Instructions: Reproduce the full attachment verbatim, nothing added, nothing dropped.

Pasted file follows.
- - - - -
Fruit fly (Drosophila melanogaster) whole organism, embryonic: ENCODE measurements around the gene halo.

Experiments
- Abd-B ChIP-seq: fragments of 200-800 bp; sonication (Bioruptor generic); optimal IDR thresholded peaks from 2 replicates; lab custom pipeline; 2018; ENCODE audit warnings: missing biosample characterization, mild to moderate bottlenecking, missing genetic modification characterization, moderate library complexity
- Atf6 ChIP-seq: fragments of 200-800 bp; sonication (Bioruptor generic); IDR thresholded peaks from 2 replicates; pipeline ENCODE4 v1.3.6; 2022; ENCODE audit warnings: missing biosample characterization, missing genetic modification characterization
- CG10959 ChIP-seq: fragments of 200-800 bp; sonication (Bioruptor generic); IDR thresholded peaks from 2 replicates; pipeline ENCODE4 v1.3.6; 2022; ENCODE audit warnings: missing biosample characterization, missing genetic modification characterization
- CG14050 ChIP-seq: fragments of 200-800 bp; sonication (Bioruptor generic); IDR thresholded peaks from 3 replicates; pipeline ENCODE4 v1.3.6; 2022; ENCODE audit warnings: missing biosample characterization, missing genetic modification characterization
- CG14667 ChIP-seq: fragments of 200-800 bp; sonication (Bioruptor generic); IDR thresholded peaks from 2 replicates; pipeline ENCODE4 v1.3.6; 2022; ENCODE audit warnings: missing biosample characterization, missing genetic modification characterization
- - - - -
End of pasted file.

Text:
Fruit fly (Drosophila melanogaster) whole organism, embryonic: ENCODE measurements around the gene halo.

Experiments
- Abd-B ChIP-seq: fragments of 200-800 bp; sonication (Bioruptor generic); optimal IDR thresholded peaks from 2 replicates; lab custom pipeline; 2018; ENCODE audit warnings: missing biosample characterization, mild to moderate bottlenecking, missing genetic modification characterization, moderate library complexity
- Atf6 ChIP-seq: fragments of 200-800 bp; sonication (Bioruptor generic); IDR thresholded peaks from 2 replicates; pipeline ENCODE4 v1.3.6; 2022; ENCODE audit warnings: missing biosample characterization, missing genetic modification characterization
- CG10959 ChIP-seq: fragments of 200-800 bp; sonication (Bioruptor generic); IDR thresholded peaks from 2 replicates; pipeline ENCODE4 v1.3.6; 2022; ENCODE audit warnings: missing biosample characterization, missing genetic modification characterization
- CG14050 ChIP-seq: fragments of 200-800 bp; sonication (Bioruptor generic); IDR thresholded peaks from 3 replicates; pipeline ENCODE4 v1.3.6; 2022; ENCODE audit warnings: missing biosample characterization, missing genetic modification characterization
- CG14667 ChIP-seq: fragments of 200-800 bp; sonication (Bioruptor generic); IDR thresholded peaks from 2 replicates; pipeline ENCODE4 v1.3.6; 2022; ENCODE audit warnings: missing biosample characterization, missing genetic modification characterization